On this day 20 years ago, during a special ceremony, the College opened its newest addition to the Campus – The Clavius Building, a new space dedicated to the teaching of STEM subjects.
The opening ceremony was attended by renowned mathematical physicist Sir Professor Roger Penrose, joint winner with Stephen Hawking of the 1988 Wolf Prize in Physics and one-part winner of the 2020 Nobel Prize in Physics. With a career that has spanned decades, it was an honour to have such a highly decorated member of the scientific community join us for such a special occasion.
During his opening remarks, Professor Penrose emphasised the practical applications of mathematics, as well as highlighting mathematics and science for enjoyment. These are two things our Clavius building still does to this day – allowing pupils to develop skills for life as well as helping them find their true passions.
Our building is named after Christopher Clavius, a 16th- century Jesuit philosopher who is best known for his work on the reform of the calendar under Pope Gregory XIII. Christopher Clavius, the most respected astronomer in Europe of his time, has also lent his name to the Clavius Crater, the second largest crater on the visible side of the Moon.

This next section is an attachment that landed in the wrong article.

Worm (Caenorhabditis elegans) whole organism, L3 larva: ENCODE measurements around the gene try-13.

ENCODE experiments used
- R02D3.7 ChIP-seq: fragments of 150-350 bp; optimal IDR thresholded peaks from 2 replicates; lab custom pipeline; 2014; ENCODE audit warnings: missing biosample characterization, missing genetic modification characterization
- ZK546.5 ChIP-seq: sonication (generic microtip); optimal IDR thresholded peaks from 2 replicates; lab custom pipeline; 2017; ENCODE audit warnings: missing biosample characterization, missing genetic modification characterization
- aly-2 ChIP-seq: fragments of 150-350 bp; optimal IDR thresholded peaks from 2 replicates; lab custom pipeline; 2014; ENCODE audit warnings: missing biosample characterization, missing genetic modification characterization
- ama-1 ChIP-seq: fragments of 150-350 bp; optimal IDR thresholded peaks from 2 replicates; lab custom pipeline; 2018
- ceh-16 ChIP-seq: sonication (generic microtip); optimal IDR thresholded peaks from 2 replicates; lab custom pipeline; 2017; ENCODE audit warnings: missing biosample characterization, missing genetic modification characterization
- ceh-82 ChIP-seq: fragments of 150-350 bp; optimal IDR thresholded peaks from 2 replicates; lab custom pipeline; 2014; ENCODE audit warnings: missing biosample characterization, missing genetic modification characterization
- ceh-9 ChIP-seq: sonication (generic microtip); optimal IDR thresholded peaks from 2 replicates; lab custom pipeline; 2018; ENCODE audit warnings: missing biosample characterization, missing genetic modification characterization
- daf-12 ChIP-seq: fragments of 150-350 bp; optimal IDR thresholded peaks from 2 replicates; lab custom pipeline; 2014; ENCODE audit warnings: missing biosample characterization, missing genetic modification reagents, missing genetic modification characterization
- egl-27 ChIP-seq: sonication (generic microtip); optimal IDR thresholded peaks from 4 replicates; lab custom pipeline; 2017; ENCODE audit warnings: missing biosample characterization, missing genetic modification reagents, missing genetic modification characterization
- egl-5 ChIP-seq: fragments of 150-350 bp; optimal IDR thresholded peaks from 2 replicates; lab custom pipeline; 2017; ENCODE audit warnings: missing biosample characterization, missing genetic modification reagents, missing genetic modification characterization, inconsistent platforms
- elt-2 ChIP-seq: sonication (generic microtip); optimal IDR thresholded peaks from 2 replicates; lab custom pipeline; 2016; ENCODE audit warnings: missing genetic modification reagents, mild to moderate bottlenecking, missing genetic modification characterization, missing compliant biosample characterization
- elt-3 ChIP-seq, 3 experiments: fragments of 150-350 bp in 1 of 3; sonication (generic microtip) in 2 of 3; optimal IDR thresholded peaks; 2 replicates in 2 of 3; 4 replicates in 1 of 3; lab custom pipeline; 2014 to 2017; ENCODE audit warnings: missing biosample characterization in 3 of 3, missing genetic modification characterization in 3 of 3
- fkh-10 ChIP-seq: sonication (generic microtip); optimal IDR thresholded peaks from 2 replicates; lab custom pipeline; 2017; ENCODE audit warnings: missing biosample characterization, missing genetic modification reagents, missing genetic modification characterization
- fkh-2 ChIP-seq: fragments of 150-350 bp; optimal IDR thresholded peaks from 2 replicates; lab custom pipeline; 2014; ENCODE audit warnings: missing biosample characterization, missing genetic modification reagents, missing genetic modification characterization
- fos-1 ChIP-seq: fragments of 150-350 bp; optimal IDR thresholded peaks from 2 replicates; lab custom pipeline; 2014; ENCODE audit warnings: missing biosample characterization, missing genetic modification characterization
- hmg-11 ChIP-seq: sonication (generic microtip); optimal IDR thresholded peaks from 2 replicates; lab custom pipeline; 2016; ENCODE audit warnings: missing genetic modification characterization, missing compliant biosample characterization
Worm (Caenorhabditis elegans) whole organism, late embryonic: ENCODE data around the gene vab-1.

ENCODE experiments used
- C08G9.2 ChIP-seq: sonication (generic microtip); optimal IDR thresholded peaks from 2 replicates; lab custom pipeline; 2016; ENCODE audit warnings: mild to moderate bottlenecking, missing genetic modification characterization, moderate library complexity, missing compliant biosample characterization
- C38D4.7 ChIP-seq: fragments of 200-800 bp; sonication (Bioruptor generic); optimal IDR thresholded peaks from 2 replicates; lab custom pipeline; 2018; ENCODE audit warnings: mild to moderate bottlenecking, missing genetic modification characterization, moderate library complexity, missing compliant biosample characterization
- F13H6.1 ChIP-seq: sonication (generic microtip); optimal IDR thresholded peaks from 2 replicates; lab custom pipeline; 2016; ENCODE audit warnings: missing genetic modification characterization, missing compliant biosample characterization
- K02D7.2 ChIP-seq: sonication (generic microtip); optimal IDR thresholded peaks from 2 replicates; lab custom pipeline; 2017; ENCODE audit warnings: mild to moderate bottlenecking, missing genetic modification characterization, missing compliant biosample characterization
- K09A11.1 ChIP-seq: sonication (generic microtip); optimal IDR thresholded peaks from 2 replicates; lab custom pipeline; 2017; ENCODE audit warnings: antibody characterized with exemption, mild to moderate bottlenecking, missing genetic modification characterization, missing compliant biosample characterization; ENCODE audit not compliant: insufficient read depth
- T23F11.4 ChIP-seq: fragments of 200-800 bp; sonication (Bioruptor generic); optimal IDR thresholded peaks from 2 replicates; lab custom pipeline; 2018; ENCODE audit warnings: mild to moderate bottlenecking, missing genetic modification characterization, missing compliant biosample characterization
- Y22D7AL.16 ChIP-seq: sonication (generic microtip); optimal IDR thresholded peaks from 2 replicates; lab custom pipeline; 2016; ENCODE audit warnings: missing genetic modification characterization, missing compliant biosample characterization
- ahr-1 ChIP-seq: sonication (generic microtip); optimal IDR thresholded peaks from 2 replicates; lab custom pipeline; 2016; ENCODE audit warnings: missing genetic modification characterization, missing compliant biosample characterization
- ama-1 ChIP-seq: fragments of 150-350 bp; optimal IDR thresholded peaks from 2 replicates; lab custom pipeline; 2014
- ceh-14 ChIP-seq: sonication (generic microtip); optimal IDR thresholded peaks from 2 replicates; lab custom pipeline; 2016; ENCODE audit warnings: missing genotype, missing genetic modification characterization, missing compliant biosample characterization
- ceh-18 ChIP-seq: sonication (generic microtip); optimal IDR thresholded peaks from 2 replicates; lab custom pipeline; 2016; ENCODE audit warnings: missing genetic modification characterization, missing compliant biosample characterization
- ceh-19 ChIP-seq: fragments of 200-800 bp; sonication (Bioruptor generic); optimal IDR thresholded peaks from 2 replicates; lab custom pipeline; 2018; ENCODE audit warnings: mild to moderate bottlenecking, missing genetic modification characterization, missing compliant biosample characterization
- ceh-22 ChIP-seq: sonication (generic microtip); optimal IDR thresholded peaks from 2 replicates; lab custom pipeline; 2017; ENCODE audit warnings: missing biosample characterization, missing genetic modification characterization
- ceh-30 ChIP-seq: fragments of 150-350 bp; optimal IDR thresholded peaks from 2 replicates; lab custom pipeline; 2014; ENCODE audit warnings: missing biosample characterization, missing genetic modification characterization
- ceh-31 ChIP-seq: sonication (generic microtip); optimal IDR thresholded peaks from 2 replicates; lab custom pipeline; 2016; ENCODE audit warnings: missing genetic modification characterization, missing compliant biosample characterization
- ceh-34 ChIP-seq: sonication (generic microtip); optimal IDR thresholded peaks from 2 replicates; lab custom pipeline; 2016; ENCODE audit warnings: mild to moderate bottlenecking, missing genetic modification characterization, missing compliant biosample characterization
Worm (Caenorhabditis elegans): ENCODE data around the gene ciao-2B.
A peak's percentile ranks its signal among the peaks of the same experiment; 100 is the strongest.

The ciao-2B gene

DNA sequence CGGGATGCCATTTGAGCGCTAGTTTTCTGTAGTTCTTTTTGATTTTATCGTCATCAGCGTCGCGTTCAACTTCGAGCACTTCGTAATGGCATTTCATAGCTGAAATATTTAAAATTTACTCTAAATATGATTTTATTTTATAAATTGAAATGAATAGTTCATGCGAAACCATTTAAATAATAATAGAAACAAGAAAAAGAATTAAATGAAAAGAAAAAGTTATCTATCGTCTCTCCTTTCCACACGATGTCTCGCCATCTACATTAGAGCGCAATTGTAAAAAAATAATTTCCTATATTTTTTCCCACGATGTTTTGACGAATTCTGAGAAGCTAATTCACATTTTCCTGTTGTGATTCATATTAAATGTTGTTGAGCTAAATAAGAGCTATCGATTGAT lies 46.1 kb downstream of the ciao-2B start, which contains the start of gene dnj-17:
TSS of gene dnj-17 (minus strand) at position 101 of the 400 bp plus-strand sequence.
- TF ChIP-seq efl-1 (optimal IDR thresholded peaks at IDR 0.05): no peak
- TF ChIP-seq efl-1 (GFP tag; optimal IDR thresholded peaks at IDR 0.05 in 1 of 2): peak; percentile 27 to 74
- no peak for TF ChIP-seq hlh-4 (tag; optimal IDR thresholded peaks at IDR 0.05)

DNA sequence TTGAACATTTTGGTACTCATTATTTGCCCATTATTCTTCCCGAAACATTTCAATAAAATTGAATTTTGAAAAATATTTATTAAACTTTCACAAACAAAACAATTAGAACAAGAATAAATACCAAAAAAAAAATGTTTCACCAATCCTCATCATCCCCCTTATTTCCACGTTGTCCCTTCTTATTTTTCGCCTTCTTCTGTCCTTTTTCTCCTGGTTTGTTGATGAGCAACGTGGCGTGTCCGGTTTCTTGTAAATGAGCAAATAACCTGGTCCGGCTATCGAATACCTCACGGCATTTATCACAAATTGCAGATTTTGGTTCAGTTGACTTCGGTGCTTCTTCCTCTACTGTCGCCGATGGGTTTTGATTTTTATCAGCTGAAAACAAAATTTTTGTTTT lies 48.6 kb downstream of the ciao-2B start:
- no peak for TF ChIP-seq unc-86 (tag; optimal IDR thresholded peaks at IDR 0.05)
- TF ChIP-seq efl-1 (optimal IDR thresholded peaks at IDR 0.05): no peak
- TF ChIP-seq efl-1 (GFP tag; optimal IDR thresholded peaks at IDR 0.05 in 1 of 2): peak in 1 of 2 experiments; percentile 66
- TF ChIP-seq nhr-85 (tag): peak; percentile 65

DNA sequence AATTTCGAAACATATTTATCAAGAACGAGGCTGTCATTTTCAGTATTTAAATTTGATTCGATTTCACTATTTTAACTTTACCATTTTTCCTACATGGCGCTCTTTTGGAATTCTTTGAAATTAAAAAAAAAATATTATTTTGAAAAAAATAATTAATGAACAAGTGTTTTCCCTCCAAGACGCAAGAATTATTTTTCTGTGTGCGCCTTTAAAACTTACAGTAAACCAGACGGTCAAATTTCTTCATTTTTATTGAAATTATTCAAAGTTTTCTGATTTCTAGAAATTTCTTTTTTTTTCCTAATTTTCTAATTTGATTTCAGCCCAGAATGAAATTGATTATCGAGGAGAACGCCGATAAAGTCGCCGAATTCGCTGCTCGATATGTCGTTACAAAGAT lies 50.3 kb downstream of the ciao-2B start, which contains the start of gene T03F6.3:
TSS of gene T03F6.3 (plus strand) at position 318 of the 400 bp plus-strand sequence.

Over the years, the Clavius has been home to some of the most exciting College initiatives, and in 2004, the building was awarded the Best Building in Scotland by the Royal Incorporation of Architects in Scotland. We had a visitor from outer space touchdown in the Clavius in 2009, when our Junior School pupils were treated to a talk from NASA astronaut William McArthur who regaled us with his tales from high above the Earth’s atmosphere. Throughout the years, our Clavius building has also been home to many charitable drives from our Senior Pupils - who often use the social space, The Forum, as a headquarters for fundraising events.
Last year, we were very thankful to have hosted an online talk and Q&A in the Clavius from Scottish-born Nobel Prize in Chemistry joint-winner Professor David MacMillan, who called in from all the way over from Princeton University in New Jersey.
Most recently, Geography teacher Mr. McLean helped redesign our Clavius Courtyard into a stunning outdoor social space that can be used during break and class times for outdoor activities. The courtyard will also be home to our brand new wormery and herb garden, which will be looked after and maintained by pupils.
Today, the building still houses our geography, science, computing and maths classes and provides hundreds of children each day the ability to explore the world of STEM and helps them unlock a potential that otherwise may not have been possible without the Clavius.